Law firms may not be the safe repository of client confidences—such as trade secrets and merger plans—that they once were, as hackers recognize firms as prized vaults of proprietary corporate data.
If hackers want to get data from Alphabet Inc.'s Google, the best path may be through a law firm rather than directly from the company, because the law practice likely has an almost “unlimited variety of data,” Christopher Dore, privacy partner at plaintiff-side firm Edelson PC in Chicago, told Bloomberg Law.
“Law firms are ideal targets for hackers because of the sensitive nature and variety of information they collect and store,” Dore said.
Clients, for their part, view law firm data breaches or lax security as serious business considerations, Lucian T. Pera, legal ethics partner at Adam and Reese LLP in Memphis, Tenn. and former treasurer of the American Bar Association, told Bloomberg Law.
“Cybersecurity protections are becoming a serious factor in client decision-making,” at law firms, and large firms stand to lose business if they don’t take care of cybersecurity, he said.
Hackers over the last few years have focused on big law firms, including DLA Piper; Mossack Fonseca & Co; Cravath, Swaine & Moore LLP; Proskauer & Rose LLP; Weil, Gotshal & Manges LLP; and offshore account specialists Appleby Law Pllc. Bad actors have used phishing, malware, and ransomware strikes to pilfer sensitive client data, merger materials, intellectual property, and financial information.
Representatives from these law firms didn’t immediately respond to Bloomberg Law email requests for comment.
The state of law firm cybersecurity is troubling for corporate clients that have historically felt their information, worth up to billions of dollars, is in safe hand at their lawyers’ offices.
Law firms may face lawsuits from clients whose data are compromised. Regulatory enforcement actions are another potential fallout from a breach of client data. And individual attorneys may face ethics charges if they fail to reasonably protect client information.
Decades of cyberattacks on corporations and government should have been “a wake-up call for legal firms,” Justin Fier, director of cyber intelligence at cybersecurity consulting company Darktrace in Cambridge, U.K., told Bloomberg Law. They “must realize that no one is immune from attacks,” he said.
Many law firms fall short of “effectively protecting their clients’ data,” according to LogicForce’s fourth quarter 2017 law firm cybersecurity scorecard. Of those surveyed, only 31 percent reported formal cybersecurity training programs for their workers and just 41 percent reported that they have documented cybersecurity policies, incident response plans, and backup and restoration procedures.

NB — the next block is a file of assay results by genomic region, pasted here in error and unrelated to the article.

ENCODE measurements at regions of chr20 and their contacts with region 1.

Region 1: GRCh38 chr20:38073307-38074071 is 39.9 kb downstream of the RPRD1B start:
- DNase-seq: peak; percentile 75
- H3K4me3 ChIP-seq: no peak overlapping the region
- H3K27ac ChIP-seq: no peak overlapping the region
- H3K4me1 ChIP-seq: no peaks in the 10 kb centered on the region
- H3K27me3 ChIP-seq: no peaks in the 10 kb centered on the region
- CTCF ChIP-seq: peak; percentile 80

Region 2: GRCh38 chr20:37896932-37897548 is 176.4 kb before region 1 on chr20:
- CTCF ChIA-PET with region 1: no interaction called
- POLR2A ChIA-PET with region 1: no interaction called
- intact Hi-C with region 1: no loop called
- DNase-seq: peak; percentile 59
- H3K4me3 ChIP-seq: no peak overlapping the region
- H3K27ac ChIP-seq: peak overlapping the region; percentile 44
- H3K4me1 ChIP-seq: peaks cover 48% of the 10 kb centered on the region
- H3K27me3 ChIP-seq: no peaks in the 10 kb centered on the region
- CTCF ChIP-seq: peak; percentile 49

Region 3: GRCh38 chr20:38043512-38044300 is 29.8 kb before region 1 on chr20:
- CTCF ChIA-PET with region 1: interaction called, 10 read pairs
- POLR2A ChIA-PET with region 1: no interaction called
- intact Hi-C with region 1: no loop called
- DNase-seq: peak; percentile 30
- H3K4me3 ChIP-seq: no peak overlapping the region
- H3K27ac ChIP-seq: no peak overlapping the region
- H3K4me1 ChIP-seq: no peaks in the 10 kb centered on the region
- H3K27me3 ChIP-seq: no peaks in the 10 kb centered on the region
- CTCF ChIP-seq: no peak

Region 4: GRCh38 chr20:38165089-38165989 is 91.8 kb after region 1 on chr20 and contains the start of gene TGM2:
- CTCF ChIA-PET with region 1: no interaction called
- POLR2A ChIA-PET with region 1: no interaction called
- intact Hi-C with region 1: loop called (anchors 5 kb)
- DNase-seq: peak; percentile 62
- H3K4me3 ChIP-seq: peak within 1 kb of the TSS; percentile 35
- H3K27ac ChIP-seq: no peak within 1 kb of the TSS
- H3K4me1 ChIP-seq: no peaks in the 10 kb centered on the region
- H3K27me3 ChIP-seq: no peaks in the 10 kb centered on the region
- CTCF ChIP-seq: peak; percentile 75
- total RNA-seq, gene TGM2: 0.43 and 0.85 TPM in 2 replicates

The financial industry, which has been hard hit by data breaches, is perhaps the the most similar to law firms in terms of the sensitivity of the data maintained.
Law firms should protect client data much like financial institutions, which often have advanced cybersecurity protections, Arik Solom, vice president of research and development at cybersecurity company Deep Instinct in Tel Aviv, Israel told Bloomberg Law.
Big Law, Big Lawsuits
It is possible for big law to face lawsuits from clients and even other law firms if they have “lax data security practices or other actions that arise from a lawyer or firm mishandling client data,” Pera said.
Such cases aren’t just speculative.
Edelson filed a federal court complaint in 2016 on behalf of clients of Chicago-based law firm Johnson & Bell Ltd. for its alleged lax data security, which clients said put their data at risk. The complaint asserted that the law firm implemented outdated cybersecurity safeguards, didn’t properly patch system vulnerabilities, and didn’t encrypt sensitive law firm communications. The case has been referred to arbitration.
“Not all law firm data breaches have been disclosed,” Dore said. “There have been deliberate choices in the big law space to not provide public announcement about all breaches,” he said.
Law firms also could face federal regulatory enforcement actions from the Federal Trade Commission if they don’t sufficiently protect client data.
The FTC “has brought actions against law firms” on matters other than data security. That demonstrates the commission has jurisdiction over law firms and can pursue data security enforcement against them, Juliana Gruenwald Henderson, agency spokeswoman, told Bloomberg Law.
Failing to protect data from hackers may carry ethics consequences for individual attorneys.
In a May 2017 ethics opinion, the ABA Standing Committee on Ethics and Professional Responsibility wrote that lawyers may generally send client data over the internet if “the lawyer has undertaken reasonable efforts to prevent inadvertent or unauthorized access.” But lawyers may have to abide by industry-specific standards or take special precautions if a separate client agreement is reached, according to the opinion.
The ABA’s Cybersecurity Handbook states that lawyers should follow a fact-specific approach to each cyberthreat and make sure cybersecurity standards are updated in response to new developments. In some situations, encryption will be needed for certain clients and enhanced security safeguards may be needed in others, according to the ABA.
Under the ABA rules, a lawyer might lose his or her license over lax data security leading to a hack of client data, Pera said.
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